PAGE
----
Apple's 'incredible' numbers signal bright post-Jobs future
By Andy Goldberg Jan 26, 2012, 13:12 GMT
A man sweeps the floor outside an Apple store in Beijing, China, 10 January 2012. Apple Inc. could soon be offering iPhone to a potential 33 million 3G subscribers after receiving approval for a device that would run on China Telecom network. EPA/DIEGO AZUBEL
San Francisco - Apple CEO Tim Cook's first quarter in charge will go down as one of the greatest corporate debuts of all time, as the leading consumer electronics company blew away previous sales records and set out a course to continue its incredible growth.
It wasn't just the sale of 37 million iPhones or 15 million iPads that had investors and analysts gushing with excitement this week.
'Those numbers are just unimaginable,' Michael Obuchowski of First Empire Asset Management said in a research note.
Even the record profit of 13 billion dollars on record revenue of 46.33 billion dollars didn't tell the whole story. Nor did the fact that the Apple's subsequent share surge Wednesday allowed it to leapfrog Exxon Mobil to reclaim the title of the world's most valuable company.
Rather it was the underlying trends that positioned Apple as the artful giant of the tech world, ready to establish and conquer new markets with a slew of innovative new products.
For instance, it sold more iPads than Hewlett Packard - the world's largest computer maker - sold PCs, underscoring the prediction of Cook that 'there will come a day that the tablet market is larger than the PC market.'
The success of the iPad was all the more significant because it came in the first quarter that the pioneering tablet computer faced its first real competition - from a much cheaper tablet offered by web retail giant Amazon. But according to Cook it was like a race between a Honda and a Ferrari.
'I think people really want to do multiple things with their tablets, so we don't see these limited-function tablets and e-readers as being in the same category as iPad. We don't think people who want an iPad will settle for a limited-function device,' Cook said in a conference call.
Cook, who made his reputation as a logistics guru in the background of Jobs' creative powers, insisted that the company will keep on innovating in the Jobsian tradition, saying that there were some 'incredible products' in the pipeline. Analysts expect these to include a new iPad in March, a new iPhone later in the year, and possibly Apple's next monster hit, an iTV.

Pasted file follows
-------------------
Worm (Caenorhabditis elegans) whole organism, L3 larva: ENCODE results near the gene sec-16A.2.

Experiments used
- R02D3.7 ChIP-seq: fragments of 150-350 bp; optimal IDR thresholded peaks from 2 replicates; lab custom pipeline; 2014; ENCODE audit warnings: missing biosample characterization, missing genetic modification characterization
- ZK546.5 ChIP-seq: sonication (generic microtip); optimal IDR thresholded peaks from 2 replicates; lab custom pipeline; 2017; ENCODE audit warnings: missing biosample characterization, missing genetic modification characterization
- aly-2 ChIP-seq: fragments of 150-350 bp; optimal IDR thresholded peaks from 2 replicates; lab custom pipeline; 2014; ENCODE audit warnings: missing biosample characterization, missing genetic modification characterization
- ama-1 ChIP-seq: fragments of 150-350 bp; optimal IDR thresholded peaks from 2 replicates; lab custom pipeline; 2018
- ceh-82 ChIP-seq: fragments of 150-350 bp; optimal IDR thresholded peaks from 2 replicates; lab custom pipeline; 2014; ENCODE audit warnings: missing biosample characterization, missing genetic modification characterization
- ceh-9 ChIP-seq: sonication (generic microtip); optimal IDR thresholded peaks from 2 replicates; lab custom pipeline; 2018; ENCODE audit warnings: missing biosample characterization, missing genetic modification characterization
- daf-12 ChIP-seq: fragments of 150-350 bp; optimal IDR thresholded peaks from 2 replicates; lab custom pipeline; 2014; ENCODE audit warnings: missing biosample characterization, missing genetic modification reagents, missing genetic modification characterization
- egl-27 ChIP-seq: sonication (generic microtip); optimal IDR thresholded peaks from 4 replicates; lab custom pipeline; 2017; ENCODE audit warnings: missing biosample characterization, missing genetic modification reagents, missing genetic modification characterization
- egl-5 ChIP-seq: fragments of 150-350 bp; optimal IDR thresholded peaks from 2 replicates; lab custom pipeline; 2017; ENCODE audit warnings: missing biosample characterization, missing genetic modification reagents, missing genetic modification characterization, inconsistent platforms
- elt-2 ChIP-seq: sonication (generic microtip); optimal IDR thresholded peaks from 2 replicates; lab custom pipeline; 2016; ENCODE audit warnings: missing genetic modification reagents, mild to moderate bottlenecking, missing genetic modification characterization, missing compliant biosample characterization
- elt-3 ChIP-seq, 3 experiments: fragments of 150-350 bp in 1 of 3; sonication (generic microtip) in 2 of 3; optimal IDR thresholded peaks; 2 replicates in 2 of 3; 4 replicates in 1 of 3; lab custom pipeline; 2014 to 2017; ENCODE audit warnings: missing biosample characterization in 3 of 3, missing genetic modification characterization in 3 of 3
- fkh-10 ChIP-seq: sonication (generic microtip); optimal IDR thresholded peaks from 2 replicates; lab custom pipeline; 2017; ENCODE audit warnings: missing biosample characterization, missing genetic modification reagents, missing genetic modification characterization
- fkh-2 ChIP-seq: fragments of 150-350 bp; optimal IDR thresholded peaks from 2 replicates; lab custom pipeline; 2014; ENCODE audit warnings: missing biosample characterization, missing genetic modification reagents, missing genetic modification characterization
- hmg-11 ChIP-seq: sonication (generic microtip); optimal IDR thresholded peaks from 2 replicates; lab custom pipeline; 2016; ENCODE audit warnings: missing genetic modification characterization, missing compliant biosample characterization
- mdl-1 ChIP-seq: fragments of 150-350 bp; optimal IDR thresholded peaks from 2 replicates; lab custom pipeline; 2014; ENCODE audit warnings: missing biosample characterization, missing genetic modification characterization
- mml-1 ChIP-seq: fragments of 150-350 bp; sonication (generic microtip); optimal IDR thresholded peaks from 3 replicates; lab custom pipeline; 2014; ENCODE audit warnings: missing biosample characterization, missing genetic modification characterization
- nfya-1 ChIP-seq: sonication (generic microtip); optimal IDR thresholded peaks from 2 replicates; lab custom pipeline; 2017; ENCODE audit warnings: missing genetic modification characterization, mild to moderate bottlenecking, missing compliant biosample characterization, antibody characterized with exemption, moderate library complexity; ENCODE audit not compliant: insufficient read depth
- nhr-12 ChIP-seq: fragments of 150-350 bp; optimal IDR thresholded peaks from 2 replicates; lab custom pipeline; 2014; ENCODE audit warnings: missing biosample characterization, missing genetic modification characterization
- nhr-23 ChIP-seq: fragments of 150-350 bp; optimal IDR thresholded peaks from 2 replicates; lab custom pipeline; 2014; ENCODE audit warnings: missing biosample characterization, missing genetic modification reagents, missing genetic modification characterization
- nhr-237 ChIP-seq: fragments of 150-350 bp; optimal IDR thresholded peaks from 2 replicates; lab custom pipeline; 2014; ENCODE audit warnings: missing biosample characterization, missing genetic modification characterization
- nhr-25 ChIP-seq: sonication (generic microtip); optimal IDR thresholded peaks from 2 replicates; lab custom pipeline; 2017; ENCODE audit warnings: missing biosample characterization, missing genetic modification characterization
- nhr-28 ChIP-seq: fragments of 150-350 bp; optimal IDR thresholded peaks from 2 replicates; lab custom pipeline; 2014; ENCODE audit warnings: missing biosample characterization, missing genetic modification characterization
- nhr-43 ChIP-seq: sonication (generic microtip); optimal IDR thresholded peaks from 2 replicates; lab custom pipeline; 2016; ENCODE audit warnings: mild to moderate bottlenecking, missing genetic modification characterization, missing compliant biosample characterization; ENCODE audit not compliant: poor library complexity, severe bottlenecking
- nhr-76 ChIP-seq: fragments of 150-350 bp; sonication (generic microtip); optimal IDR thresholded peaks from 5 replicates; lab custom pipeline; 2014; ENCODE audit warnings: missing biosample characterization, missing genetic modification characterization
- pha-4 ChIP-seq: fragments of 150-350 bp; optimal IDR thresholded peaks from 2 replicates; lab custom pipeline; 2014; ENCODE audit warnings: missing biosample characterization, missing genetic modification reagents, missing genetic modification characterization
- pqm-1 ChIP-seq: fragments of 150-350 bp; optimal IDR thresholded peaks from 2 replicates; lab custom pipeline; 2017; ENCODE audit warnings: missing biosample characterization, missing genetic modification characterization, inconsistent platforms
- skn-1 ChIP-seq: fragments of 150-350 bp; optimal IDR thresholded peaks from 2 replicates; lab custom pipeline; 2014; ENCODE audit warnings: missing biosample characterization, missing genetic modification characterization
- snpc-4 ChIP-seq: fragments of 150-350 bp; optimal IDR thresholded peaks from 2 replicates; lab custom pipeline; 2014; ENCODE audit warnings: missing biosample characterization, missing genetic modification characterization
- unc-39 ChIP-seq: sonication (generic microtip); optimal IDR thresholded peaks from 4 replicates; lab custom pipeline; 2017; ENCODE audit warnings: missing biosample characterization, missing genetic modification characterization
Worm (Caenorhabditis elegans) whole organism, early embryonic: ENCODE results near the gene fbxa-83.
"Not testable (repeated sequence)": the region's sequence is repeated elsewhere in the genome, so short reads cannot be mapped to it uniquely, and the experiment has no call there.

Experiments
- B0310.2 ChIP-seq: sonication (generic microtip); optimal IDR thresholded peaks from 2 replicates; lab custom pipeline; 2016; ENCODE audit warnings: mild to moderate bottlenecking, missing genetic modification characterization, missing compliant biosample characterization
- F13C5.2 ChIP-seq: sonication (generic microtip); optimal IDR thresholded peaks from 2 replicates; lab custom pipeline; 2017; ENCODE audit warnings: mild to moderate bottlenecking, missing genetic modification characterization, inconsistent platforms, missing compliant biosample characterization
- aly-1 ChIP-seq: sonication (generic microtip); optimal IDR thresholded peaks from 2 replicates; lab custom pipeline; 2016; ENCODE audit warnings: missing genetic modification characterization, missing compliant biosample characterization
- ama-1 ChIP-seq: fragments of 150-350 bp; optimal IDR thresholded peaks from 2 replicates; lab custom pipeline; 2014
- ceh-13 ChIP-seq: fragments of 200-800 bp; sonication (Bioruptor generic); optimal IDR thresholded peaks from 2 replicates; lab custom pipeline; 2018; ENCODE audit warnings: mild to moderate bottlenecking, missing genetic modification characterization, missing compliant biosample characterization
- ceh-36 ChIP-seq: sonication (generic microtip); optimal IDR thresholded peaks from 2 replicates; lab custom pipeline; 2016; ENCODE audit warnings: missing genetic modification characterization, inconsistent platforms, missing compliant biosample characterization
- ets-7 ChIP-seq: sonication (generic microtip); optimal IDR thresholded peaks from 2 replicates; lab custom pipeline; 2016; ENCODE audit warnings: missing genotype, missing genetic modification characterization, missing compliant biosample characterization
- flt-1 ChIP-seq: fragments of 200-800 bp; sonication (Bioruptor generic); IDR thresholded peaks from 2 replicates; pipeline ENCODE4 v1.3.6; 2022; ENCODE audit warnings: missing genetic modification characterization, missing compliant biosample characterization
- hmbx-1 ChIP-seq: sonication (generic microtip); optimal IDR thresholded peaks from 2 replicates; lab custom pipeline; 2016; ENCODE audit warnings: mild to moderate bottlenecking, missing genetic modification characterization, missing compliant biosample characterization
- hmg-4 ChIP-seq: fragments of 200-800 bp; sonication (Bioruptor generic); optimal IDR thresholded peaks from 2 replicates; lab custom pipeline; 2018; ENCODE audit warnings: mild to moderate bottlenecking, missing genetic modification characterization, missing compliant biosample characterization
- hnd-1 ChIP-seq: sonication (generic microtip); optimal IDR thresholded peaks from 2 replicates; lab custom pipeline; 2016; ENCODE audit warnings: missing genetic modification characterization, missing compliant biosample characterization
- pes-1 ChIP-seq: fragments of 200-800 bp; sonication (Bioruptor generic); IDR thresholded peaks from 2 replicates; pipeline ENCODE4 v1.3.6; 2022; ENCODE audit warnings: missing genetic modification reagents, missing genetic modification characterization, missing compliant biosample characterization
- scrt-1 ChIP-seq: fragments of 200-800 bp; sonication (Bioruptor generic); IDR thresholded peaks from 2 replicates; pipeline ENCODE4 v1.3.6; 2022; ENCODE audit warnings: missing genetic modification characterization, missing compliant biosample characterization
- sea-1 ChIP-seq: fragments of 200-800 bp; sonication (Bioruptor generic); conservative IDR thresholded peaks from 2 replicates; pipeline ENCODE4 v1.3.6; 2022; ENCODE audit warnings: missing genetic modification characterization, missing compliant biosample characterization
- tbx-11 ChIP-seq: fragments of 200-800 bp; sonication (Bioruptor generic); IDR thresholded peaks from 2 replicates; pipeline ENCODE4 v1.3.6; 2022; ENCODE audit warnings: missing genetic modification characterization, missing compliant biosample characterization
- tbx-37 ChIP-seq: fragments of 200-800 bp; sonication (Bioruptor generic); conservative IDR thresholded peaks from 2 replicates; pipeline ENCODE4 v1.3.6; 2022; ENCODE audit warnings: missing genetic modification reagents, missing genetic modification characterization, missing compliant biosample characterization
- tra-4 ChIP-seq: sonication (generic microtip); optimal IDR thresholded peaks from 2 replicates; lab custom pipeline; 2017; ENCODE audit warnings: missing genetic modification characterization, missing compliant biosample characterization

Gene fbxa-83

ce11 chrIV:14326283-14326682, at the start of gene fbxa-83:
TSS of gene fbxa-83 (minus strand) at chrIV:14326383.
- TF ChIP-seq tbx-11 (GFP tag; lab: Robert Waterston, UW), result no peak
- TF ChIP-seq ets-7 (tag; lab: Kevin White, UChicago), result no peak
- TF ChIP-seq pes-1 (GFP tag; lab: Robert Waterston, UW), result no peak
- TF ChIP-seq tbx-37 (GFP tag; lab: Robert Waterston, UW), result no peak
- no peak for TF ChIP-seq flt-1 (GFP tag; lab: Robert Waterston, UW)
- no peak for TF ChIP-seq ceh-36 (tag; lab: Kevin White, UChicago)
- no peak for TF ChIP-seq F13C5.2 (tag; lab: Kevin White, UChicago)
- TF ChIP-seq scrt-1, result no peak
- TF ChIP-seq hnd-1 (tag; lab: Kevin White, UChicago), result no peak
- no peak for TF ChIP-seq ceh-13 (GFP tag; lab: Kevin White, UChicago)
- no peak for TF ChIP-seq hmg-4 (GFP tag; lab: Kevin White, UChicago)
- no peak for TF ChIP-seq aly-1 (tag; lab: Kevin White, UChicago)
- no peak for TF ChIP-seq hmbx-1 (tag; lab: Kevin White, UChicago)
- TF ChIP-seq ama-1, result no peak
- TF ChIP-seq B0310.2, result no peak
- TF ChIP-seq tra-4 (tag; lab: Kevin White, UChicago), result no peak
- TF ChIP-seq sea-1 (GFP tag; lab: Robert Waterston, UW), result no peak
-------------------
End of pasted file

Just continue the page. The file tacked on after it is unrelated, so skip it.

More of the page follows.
But he did signal a slight mistake in his number-crunching, telling analysts that he underestimated demand for the iPhone 4S and the company could have sold many more if it had increased production. Still the performance of the iPhone 4S was far from shabby.
It even managed to halt the seemingly relentless advance of chief competitor Android, as the iPhone doubled its share of the US smartphone market to almost 45 per cent in the quarter. 'Overall, Apple sales are now growing at a faster rate than Android across the nine countries we cover,' said Dominic Sunnebo, of research firm Kantar Woldpanel ComTech.
The question is: Can Apple keep up the pace of growth? If Cook is right, the success story is just beginning, as the company enters a cycle of virtuous feedback. 'One product leads to the other,' said Cook, with the iPhone functioning as the 'gateway drug' which subsequently entices people to get an iPad and then a Mac.
Apple is already the third largest computer manufacturer in the US and its global Mac sales grew 26 per cent in the last quarter, bucking the downward trend of the PC industry. Of course, if you count iPads and iPhones as computers - which they obviously are - Apple is far and away the world's biggest computer company.
The success of the company's cloud storage system iCloud, which launched in the fall and now has over 85 million customers, ensures they will stay locked in the Apple ecosystem, able to seamlessly access their information on any Apple device - iPhone, iPad, Mac or iTV, Cook explained.
'It is not a product, it is the strategy for the next decade,' he said.
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